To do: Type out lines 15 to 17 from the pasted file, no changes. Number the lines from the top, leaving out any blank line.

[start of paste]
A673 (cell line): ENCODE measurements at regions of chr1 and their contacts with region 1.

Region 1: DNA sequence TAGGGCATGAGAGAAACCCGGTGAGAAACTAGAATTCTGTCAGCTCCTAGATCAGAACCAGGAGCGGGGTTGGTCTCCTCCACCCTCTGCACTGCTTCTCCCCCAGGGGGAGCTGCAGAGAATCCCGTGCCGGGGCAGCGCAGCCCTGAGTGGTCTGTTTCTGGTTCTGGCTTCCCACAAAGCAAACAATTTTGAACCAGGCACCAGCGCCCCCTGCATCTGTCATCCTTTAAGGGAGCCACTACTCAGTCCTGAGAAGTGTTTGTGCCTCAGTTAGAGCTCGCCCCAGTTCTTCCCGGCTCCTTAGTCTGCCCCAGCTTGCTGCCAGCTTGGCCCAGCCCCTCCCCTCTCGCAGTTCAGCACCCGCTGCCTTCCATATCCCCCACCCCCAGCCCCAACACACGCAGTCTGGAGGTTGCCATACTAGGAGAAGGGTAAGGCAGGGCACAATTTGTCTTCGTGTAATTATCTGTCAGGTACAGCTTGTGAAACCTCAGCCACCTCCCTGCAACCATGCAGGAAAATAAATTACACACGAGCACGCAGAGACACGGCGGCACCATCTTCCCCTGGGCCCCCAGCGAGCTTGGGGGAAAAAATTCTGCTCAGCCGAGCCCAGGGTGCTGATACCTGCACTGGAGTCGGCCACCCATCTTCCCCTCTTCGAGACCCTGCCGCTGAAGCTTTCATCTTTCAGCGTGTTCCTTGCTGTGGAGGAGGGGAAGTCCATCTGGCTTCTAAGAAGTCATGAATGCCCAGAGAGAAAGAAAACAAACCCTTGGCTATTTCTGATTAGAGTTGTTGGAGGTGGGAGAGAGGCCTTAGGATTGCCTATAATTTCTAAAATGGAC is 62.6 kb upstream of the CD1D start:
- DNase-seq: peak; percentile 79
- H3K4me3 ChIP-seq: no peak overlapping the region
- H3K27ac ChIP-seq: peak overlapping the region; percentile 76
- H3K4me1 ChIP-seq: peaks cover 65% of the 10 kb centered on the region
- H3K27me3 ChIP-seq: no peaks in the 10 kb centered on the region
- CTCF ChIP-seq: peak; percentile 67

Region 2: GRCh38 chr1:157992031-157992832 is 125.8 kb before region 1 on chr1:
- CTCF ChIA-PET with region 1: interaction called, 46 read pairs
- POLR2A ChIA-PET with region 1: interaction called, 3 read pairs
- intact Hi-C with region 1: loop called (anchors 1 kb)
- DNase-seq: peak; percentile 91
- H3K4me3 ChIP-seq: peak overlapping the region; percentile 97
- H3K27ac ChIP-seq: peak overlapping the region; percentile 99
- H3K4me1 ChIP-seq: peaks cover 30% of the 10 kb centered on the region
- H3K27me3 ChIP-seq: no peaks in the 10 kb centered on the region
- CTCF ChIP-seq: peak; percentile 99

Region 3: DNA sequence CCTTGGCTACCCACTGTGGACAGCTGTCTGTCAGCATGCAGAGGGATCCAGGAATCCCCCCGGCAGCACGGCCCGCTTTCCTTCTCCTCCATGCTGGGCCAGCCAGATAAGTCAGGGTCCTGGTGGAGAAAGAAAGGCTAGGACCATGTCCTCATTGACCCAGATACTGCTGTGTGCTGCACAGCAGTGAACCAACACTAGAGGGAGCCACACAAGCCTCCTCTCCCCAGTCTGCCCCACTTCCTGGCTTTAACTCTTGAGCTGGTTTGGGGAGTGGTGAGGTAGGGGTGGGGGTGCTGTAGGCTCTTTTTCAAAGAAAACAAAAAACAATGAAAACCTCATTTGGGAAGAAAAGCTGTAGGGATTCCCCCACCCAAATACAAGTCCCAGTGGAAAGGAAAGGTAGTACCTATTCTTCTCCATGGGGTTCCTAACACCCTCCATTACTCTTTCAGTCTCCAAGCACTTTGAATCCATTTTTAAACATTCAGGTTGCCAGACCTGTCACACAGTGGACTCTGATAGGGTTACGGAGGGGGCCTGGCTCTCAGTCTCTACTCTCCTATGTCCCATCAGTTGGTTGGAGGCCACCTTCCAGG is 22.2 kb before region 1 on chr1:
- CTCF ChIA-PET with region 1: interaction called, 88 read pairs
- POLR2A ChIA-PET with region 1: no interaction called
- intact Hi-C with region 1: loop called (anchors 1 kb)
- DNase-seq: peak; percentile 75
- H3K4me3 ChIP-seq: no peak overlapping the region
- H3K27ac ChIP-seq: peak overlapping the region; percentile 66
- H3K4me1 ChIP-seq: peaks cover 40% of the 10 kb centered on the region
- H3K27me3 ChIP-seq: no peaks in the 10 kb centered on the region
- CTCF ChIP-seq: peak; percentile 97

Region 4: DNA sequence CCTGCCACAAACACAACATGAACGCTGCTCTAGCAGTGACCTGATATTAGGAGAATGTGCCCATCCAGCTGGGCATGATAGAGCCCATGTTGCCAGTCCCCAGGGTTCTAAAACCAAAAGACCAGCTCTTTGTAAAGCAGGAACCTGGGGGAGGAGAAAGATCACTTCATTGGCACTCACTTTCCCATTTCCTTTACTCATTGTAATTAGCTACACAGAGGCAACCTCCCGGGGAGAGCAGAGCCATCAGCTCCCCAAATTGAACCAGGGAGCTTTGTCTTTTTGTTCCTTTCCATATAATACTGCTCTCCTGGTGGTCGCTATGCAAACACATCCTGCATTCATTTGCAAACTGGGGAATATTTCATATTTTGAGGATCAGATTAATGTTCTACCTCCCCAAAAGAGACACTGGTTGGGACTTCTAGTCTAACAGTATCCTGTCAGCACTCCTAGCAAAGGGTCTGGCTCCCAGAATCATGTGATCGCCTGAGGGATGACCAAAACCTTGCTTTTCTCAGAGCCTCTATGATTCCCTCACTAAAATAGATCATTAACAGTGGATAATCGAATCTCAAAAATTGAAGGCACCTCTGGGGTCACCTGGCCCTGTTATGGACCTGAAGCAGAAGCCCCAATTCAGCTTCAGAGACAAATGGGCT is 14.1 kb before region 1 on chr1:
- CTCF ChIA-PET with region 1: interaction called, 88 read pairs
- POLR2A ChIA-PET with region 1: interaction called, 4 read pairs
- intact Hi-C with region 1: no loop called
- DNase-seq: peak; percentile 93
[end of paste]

- H3K27ac ChIP-seq: peak overlapping the region; percentile 99
- H3K4me1 ChIP-seq: peaks cover 30% of the 10 kb centered on the region
- H3K27me3 ChIP-seq: no peaks in the 10 kb centered on the region